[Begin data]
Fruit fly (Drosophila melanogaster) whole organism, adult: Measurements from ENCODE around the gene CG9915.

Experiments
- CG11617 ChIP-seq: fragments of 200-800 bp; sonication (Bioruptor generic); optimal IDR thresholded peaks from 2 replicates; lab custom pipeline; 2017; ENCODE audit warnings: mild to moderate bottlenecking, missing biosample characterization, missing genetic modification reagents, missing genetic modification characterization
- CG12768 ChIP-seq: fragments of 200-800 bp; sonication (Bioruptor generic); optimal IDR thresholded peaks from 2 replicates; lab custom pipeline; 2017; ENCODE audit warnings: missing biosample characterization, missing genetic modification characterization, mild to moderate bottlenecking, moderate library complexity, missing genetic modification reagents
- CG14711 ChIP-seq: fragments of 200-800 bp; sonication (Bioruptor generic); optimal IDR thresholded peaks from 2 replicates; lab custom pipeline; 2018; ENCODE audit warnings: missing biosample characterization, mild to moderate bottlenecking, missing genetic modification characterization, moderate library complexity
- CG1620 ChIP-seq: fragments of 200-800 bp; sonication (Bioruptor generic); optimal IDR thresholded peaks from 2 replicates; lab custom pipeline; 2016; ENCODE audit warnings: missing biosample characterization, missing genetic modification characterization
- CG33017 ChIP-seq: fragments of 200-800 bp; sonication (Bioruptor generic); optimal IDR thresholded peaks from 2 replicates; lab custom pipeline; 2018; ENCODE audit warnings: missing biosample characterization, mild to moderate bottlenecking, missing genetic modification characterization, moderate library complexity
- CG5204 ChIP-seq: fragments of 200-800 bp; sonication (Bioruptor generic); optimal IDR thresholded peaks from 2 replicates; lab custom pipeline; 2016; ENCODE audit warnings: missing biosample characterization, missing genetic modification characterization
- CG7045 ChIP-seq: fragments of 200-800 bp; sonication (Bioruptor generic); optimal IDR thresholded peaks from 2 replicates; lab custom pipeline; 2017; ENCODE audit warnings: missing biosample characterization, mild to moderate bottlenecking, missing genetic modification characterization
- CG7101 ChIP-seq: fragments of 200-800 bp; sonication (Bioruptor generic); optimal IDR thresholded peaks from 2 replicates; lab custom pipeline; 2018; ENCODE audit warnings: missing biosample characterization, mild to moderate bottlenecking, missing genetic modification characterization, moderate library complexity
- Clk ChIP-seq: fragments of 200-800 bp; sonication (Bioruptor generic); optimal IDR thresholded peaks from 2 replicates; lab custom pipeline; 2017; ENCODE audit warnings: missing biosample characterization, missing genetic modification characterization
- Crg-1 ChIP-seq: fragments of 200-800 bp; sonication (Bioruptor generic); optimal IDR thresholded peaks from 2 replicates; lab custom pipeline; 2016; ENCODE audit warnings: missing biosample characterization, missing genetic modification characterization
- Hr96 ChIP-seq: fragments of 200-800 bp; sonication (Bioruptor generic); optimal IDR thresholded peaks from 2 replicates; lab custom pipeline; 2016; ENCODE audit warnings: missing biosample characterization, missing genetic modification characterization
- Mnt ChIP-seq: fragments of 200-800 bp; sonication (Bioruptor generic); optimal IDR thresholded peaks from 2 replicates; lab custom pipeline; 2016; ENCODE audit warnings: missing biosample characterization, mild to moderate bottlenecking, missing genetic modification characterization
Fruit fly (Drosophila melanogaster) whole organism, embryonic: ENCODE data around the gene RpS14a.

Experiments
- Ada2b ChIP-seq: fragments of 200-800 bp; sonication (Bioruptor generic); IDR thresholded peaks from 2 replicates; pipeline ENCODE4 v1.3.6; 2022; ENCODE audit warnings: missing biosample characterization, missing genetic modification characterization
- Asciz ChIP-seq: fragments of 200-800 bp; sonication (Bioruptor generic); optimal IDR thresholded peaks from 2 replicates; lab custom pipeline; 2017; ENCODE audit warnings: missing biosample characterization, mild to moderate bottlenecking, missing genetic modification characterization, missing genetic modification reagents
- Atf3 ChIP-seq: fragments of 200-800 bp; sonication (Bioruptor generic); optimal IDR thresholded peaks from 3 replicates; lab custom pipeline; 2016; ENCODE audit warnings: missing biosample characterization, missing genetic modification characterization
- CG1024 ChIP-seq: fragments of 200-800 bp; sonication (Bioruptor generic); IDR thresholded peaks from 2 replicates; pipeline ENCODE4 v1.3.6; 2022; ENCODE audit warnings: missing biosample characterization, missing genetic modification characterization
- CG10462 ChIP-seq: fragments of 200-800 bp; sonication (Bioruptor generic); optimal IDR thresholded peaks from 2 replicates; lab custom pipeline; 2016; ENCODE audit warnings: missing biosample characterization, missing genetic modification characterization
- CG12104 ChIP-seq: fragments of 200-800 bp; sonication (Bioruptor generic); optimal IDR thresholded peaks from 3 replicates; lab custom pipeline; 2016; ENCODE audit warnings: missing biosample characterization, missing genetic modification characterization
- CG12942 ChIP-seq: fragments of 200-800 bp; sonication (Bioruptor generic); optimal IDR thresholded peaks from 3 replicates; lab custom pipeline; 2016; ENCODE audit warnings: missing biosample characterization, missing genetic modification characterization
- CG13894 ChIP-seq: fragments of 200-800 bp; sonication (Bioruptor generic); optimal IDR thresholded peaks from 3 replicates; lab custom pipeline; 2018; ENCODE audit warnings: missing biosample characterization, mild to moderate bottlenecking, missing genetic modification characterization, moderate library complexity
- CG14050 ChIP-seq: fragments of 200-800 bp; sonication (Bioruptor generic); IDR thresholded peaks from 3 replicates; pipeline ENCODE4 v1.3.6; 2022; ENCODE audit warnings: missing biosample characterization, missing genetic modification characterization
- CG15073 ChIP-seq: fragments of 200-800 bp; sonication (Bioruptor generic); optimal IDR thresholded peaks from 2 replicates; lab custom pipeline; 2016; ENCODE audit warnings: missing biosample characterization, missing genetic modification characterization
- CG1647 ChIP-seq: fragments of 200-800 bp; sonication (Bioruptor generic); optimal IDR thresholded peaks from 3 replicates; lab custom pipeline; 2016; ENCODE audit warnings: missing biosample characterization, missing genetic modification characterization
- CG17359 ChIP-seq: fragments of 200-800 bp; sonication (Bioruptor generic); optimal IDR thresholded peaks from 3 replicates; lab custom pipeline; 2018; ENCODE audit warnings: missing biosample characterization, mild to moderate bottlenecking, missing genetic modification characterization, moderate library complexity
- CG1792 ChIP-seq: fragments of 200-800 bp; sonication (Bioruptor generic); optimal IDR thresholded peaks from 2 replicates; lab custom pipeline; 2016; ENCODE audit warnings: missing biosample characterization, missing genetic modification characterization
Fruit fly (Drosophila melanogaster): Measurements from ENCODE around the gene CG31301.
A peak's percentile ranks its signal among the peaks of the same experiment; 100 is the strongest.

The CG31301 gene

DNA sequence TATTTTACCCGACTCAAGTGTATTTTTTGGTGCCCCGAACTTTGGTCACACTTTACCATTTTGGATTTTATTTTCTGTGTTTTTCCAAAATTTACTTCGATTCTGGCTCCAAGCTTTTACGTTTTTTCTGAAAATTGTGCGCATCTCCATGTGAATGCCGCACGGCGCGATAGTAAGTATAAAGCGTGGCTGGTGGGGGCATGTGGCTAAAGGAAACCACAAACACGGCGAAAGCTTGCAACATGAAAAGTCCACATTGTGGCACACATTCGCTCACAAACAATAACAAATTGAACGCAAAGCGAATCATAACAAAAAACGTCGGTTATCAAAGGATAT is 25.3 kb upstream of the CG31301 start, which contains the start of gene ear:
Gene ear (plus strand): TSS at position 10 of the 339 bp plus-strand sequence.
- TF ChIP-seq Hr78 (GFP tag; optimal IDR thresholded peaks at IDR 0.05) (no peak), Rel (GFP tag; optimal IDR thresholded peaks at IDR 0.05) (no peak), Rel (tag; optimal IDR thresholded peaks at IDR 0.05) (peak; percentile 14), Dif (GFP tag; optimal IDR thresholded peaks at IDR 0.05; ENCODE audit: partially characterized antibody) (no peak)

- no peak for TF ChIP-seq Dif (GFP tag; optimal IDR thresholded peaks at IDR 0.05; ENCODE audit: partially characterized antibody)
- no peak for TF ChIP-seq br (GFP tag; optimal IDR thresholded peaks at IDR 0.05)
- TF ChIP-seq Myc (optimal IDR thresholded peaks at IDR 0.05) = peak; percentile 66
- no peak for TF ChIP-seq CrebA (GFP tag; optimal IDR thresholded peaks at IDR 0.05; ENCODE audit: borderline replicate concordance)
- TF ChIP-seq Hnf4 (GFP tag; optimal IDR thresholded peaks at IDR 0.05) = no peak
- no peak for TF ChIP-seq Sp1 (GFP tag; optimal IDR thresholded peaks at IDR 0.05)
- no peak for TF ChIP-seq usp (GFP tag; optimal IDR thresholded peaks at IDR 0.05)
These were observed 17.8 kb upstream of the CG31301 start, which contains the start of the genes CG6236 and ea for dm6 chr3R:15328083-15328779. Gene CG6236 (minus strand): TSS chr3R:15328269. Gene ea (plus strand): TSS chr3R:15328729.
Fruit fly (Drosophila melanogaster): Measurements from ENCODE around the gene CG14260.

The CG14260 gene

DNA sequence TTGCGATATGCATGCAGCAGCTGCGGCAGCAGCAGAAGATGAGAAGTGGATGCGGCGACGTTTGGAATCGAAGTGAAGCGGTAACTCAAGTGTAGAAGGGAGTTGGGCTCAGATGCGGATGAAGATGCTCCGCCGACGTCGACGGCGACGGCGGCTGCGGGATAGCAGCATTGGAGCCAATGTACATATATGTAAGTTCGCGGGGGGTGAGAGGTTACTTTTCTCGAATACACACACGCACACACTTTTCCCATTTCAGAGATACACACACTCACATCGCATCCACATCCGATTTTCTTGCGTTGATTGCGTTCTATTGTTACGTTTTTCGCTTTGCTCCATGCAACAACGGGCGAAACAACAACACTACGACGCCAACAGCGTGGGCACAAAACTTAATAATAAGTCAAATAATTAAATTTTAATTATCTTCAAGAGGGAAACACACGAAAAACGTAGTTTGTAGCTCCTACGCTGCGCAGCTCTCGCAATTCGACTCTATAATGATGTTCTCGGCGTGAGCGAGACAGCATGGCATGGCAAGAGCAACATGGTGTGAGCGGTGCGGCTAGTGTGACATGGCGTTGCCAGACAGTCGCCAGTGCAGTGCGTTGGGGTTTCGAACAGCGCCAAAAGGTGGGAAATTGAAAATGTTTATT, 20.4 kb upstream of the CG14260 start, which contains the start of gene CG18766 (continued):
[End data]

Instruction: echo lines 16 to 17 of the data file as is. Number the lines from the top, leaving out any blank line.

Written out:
Experiments
- Ada2b ChIP-seq: fragments of 200-800 bp; sonication (Bioruptor generic); IDR thresholded peaks from 2 replicates; pipeline ENCODE4 v1.3.6; 2022; ENCODE audit warnings: missing biosample characterization, missing genetic modification characterization